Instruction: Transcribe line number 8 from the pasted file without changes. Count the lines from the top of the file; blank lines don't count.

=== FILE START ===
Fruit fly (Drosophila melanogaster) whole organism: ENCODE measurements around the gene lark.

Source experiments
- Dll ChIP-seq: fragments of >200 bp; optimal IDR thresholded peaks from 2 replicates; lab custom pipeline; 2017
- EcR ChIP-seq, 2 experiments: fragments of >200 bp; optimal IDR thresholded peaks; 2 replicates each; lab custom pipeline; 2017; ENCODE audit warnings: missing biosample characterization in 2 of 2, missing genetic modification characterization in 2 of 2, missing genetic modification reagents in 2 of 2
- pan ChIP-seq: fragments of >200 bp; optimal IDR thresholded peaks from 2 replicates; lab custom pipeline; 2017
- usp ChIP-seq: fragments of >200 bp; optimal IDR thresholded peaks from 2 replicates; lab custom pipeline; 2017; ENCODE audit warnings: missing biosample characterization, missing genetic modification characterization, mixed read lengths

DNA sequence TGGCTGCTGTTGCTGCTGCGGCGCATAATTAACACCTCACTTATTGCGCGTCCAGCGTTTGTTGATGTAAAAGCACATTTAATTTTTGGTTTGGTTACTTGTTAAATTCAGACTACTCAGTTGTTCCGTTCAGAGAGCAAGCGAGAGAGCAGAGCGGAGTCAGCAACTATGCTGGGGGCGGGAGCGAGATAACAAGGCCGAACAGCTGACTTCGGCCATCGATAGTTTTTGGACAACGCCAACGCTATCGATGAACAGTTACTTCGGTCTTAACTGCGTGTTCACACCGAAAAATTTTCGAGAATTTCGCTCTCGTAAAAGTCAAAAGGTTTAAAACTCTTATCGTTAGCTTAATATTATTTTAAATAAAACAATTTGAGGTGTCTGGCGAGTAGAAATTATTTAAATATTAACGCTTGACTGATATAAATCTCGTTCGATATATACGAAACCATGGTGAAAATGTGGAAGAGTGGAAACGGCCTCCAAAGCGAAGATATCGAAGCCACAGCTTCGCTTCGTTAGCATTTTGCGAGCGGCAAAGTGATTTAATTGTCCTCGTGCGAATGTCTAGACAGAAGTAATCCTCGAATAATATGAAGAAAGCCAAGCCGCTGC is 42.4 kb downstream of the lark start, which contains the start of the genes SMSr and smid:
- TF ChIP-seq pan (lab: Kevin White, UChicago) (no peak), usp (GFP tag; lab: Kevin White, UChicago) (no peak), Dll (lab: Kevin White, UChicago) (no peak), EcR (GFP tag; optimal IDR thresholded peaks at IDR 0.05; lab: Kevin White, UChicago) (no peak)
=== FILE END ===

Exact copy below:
- TF ChIP-seq pan (lab: Kevin White, UChicago) (no peak), usp (GFP tag; lab: Kevin White, UChicago) (no peak), Dll (lab: Kevin White, UChicago) (no peak), EcR (GFP tag; optimal IDR thresholded peaks at IDR 0.05; lab: Kevin White, UChicago) (no peak)